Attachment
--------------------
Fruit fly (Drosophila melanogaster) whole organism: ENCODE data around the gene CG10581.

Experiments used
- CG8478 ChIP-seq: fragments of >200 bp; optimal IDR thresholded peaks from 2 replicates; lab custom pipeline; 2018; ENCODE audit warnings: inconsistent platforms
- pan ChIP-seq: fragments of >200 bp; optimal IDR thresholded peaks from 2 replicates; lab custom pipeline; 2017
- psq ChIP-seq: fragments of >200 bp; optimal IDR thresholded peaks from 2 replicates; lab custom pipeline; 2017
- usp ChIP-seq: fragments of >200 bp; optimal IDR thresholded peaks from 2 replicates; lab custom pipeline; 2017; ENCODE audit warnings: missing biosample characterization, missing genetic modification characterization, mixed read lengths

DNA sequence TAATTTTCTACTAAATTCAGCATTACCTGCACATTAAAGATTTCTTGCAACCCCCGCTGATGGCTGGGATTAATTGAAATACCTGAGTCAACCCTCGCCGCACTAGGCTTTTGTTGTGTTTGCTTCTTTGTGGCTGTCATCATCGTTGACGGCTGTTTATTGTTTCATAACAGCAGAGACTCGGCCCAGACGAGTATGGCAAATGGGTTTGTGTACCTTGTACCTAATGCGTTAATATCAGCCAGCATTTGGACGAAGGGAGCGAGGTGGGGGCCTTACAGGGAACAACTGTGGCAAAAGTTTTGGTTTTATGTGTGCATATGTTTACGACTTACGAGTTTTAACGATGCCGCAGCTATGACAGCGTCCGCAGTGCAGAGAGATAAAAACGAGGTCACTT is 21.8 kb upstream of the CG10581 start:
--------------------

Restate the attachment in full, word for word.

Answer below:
Fruit fly (Drosophila melanogaster) whole organism: ENCODE data around the gene CG10581.

Experiments used
- CG8478 ChIP-seq: fragments of >200 bp; optimal IDR thresholded peaks from 2 replicates; lab custom pipeline; 2018; ENCODE audit warnings: inconsistent platforms
- pan ChIP-seq: fragments of >200 bp; optimal IDR thresholded peaks from 2 replicates; lab custom pipeline; 2017
- psq ChIP-seq: fragments of >200 bp; optimal IDR thresholded peaks from 2 replicates; lab custom pipeline; 2017
- usp ChIP-seq: fragments of >200 bp; optimal IDR thresholded peaks from 2 replicates; lab custom pipeline; 2017; ENCODE audit warnings: missing biosample characterization, missing genetic modification characterization, mixed read lengths

DNA sequence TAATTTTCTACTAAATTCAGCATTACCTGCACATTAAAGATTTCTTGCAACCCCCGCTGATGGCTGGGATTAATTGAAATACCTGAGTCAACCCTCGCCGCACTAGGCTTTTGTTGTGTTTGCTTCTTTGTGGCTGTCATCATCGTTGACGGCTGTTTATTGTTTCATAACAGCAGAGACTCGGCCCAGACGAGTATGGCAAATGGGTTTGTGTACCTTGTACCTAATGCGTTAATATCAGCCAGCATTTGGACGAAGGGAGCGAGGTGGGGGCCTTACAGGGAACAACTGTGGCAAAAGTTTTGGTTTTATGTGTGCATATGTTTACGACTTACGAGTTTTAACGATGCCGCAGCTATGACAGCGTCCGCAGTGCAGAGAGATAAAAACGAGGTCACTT is 21.8 kb upstream of the CG10581 start: